Some cars and tracks just command respect, be it in real life or in sim racing. They are notoriously difficult to get used to and drive properly, which is why sim racers often tend to stay away from them. The abundance of Monza GT3 servers are a symptom of this, with not many daring to try and race more difficult combinations. Staying in your comfort zone will not make you a faster sim racer, however.

Even in a relatively easy-to-drive GT3 car, tracks like Mount Panorama are on the difficult side of things to drive in sim racing. While there are public lobbies with it in Assetto Corsa Competizione, for example, they rarely get grids of ten or more drivers, and even in leagues, a collective groan can be heard whenever Bathurst is next on the schedule.

Granted, it is easy to see why practicing the track might be off-putting: You start with a good amount of motivation, get comfortable in the car – and then crash a few times. Motivation: gone. Other options are easily accessible in sim racing, and sometimes you just need a break to start over fresh, or give it a go on another day. But often, the negative experience leads to avoidance of a certain track or car.

This is where a certain stubbornness will go a long way: If you really want to learn a track, you will keep going back to it time and time again. From personal experience, I remember falling in love with some tracks because of this – most noticeably Bathurst. Sure, it can be annoying when a very slight mistake over the top of the mountain leads to a huge crash that ends your race. But on the other hand, getting it right in that tricky section feels like flying and is such a satisfying feeling that you want to do it again. The final sector of the Nordschleife is like this as well – fast corners that you really need to know and commit to, and if you do, you feel invincible when you go through there absolutely on the limit.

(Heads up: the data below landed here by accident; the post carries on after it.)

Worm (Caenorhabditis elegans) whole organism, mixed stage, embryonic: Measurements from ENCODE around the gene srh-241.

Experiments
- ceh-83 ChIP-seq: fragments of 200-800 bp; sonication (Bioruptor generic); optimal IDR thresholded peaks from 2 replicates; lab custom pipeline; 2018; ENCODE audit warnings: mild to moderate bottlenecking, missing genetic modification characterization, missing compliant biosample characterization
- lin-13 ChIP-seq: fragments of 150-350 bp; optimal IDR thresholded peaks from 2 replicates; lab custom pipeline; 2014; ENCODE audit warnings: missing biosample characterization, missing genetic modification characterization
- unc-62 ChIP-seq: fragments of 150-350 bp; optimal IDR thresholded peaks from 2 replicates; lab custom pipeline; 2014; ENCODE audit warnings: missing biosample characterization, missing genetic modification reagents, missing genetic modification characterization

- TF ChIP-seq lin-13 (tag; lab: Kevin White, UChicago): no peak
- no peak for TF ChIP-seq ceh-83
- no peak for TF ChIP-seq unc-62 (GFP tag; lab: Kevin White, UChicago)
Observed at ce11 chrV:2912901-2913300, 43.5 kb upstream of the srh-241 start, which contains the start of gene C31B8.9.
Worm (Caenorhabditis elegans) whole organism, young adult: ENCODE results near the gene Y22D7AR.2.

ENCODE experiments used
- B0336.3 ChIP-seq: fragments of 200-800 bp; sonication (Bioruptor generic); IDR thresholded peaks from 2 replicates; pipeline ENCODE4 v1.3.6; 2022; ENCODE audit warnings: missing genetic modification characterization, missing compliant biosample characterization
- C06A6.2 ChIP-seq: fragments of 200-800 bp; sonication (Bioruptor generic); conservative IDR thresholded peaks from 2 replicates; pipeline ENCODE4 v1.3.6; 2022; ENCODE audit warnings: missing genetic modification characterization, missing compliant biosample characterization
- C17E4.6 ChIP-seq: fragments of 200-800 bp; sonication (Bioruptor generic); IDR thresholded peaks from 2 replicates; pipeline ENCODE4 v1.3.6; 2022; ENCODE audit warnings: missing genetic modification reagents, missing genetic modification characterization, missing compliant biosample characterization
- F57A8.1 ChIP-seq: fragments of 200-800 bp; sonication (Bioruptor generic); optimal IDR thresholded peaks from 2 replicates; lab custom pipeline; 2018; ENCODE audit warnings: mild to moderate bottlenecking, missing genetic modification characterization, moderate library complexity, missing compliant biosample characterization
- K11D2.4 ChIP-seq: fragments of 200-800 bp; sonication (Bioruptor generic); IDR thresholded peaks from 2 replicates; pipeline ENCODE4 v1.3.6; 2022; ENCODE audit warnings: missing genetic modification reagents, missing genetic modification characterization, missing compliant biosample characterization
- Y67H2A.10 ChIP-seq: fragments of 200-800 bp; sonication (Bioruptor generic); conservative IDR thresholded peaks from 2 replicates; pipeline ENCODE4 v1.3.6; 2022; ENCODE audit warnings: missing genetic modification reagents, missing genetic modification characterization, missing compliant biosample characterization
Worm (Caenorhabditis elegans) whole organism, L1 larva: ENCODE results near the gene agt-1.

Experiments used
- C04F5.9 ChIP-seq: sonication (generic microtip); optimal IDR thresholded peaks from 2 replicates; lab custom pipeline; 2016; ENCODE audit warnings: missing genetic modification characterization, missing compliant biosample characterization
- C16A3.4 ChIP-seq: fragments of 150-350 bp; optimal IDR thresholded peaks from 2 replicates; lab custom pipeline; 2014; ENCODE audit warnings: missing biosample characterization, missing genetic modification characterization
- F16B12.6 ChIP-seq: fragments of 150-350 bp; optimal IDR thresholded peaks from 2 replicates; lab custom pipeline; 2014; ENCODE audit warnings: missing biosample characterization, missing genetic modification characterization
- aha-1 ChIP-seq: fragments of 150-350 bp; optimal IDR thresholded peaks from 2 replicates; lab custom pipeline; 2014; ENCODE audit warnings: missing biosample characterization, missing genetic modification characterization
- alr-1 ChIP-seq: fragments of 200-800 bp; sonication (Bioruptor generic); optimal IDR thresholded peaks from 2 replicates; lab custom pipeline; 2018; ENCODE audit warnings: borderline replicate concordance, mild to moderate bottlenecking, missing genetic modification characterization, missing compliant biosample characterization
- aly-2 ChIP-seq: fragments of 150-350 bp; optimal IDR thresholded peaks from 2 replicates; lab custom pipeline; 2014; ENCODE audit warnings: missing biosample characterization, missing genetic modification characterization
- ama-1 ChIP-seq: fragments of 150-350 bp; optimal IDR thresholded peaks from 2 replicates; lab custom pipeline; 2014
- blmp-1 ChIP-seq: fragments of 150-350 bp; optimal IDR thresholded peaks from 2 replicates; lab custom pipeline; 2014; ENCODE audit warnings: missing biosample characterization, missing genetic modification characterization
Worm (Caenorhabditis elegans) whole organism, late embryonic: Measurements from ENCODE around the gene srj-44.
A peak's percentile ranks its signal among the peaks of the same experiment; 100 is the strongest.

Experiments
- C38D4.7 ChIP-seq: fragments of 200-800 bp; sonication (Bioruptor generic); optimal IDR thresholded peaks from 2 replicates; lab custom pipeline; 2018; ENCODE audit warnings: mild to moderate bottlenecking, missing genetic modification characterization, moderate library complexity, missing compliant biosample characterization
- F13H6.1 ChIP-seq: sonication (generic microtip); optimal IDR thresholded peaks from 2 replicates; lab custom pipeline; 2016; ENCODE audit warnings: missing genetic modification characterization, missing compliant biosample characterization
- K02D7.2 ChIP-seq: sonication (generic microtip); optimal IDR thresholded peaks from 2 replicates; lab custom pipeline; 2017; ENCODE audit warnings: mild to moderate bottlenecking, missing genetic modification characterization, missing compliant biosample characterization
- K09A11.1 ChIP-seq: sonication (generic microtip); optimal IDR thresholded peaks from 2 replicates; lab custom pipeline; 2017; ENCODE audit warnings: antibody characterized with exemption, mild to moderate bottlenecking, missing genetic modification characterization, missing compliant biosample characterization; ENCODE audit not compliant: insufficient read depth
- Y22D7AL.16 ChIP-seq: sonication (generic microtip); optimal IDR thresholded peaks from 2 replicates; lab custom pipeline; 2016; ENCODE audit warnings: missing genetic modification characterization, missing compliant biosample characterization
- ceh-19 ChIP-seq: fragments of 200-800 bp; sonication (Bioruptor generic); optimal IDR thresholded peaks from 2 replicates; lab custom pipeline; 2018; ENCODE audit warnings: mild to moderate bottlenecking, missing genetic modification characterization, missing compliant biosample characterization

For cars, it can be a similar experience. Take the Formula RSS 2000 V10 in Assetto Corsa, for example: Similar power to the Ferrari F2004 by Kunos, but somewhat less downforce and crucially no traction control make this circa 2000 Formula 1 car an absolute handful to drive. To extract the most out of it, practicing brake and throttle control are essential – otherwise, you will lock up and understeer into the run-off or spin off exiting a corner because you could not keep 800+ horses in check. Once the feel for the car is there and you can actually start to shave off tenths of seconds as you get more comfortable, it has to be one of the most satisfying things in sim racing.

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Most importantly, however, it will make you a better sim racer overall – even if you only race GT3 cars competitively. They may have traction control, but good throttle control will help you even with this aid in the car as it will hinder your acceleration if you lean on the TC at corner exit. On the other hand, being able to avoid the ABS kicking in under braking after the initial braking phase can gain you grip and time simultaneously – something that will be helpful especially in a tight, competitive environment. Also, knowing the ins and outs of various tracks might come in helpful in the future since you never know when a circuit appears on the schedule for a new season of a league, for example.

Leave your comfort zone. Practice cars and tracks that seem like a huge task. Introduce some variation into your sim racing if you have not done so already. Challenge yourself and do not let yourself get discouraged too quickly. You will learn from it – and it will make you a more complete sim racer.

What are your favorite challenging, but rewarding car and track combos, and how have they helped you become a better sim racer? Let us know in the comments!